Abbeymahon graveyard is a small burial ground situated in a quiet corner off Chapel Lane in Skibbereen.
It appears to have come into use around 1830, and it was widely used for the next hundred years or so. It still used infrequently for burials for those whose families were traditionally laid to rest there.
Some mystery surrounds why this hilly site was chosen as a site for a burial ground. In the 1820, the Church of Ireland Vicar of Abbeystrewery, Rev. Richard Boyle Townsend, used funds from the “Board of First Fruits” to build a new glebe house and church in Skibbereen and this graveyard was probably part of his efforts to improve the facilities for the Protestant community in Skibbereen. However, it was not next to his new Abbeystrewery church in Bridge Street – it is actually located in the parish of Creagh rather than Abbeystrewery.
Many of the families buried in Abbeymahon were prominent in the commercial and public of the Skibbereen area, including the Levis, Wolfe, Vickery, Swanton and Fuller families. Some of these families still feature in the street names of Skibbereen today.
Other people of interest interred at Abbeymahon include Frederick Peel Eldon Potter, the founder of the ‘Skibbereen Eagle’ newspaper famously known for keeping his ‘eye on Russia’. Fred was an extraordinary character who was an expert in propaganda publicity – or “fake news” as we would call it today. Fred’s “eye on Russia” phrase is known world-wide and is often still quoted in the media today.
Abbeymahon is also the burial place of John J. Marshal, a Poor Law Inspector for the Skibbereen Union during the Great Famine. Marshal was responsible for setting up soup kitchens in this area in the spring and summer of 1847 and was lauded for his efficiency in so doing.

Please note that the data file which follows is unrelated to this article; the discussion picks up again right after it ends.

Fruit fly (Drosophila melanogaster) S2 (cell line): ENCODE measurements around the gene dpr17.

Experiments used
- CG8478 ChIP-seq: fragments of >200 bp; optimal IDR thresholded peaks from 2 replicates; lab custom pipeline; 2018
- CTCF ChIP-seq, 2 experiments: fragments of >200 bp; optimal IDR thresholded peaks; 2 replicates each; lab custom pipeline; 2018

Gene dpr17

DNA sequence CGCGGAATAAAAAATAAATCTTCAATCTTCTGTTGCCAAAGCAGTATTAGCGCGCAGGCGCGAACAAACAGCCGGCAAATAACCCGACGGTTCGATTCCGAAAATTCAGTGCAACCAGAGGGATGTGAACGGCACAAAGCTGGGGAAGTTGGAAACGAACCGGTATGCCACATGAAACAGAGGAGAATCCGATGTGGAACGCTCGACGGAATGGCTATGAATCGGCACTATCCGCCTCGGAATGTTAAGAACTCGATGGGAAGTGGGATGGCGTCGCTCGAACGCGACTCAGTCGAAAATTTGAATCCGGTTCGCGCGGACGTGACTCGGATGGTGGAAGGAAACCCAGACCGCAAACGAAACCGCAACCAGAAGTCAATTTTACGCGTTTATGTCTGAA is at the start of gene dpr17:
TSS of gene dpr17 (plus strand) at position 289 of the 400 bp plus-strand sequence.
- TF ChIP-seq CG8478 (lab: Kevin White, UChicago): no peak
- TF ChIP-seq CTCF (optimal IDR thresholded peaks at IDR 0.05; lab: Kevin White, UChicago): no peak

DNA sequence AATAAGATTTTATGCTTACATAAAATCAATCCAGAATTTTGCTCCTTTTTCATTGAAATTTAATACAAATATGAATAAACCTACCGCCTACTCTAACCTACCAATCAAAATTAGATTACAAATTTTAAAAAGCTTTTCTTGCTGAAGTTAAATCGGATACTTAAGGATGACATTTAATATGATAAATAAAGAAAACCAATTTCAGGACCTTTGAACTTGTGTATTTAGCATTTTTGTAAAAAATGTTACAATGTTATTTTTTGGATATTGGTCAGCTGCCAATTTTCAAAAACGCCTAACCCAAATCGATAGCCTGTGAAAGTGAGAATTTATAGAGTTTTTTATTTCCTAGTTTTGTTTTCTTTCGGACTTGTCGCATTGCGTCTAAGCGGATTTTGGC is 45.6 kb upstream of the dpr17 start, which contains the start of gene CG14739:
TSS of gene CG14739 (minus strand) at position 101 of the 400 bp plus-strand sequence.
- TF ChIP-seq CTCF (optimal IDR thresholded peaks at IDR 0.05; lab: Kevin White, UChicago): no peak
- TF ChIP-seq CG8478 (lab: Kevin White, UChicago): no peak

Marshal also compiled a very important document A Return of Deaths and Emigrations in the western division of the Skibbereen Union, from 1 September 1846 to 12 September 1847. This report is the only record of its kind compiled during the Great Hunger and is therefore a very valuable contribution to Famine historiography. Like many others of those engaged in relief works in this area, Marshal contracted the ‘fever’ and died of cholera on 2 February 1949.
Others buried at Abbeymahon include Dr Hadden, a dispensary doctor for the Castletownsend area during the Great Famine, and Richard Fair, a descendent of one of the men who escorted King Charles I to his execution.
Another person of note in the graveyard is Robert Swanton, a United Irishman who fled Ireland around the time of the 1798 Rebellion.
Dr St John Clerke, a medical doctor in Skibbereen, who was active in famine relief during the 1822 famine, is buried in a quiet corner of Abbeymahon. His son, J.W. Clerke, also helped the people of Skibbereen during the Great Irish Famine of the 1840s as a very active member of the ‘Skibbereen Committee of Gratuitous Relief’. The ‘Clerke’s Crater’, an indent on the moon near the Sea of Tranquillity, is named in honour of Dr Clerke’s granddaughter, Agnes Mary Clerk, a well known astronomer.
With the support of Cork County Council, Skibbereen Heritage Centre erected a sign at Abbeymahon in 2018 which lists all those known to be interred there, as well as a brief history of the site, as part of our ongoing graveyards’ signs project.
The signs are proudly supported by Cork County Council and put together by a group of volunteers, Barry McMahon, William Casey and Margaret Murphy alongside Terri Kearney of Skibbereen Heritage Centre and Mac Dara O h-Icí of Cork County Council.
© Terri Kearney, Skibbereen Heritage Centre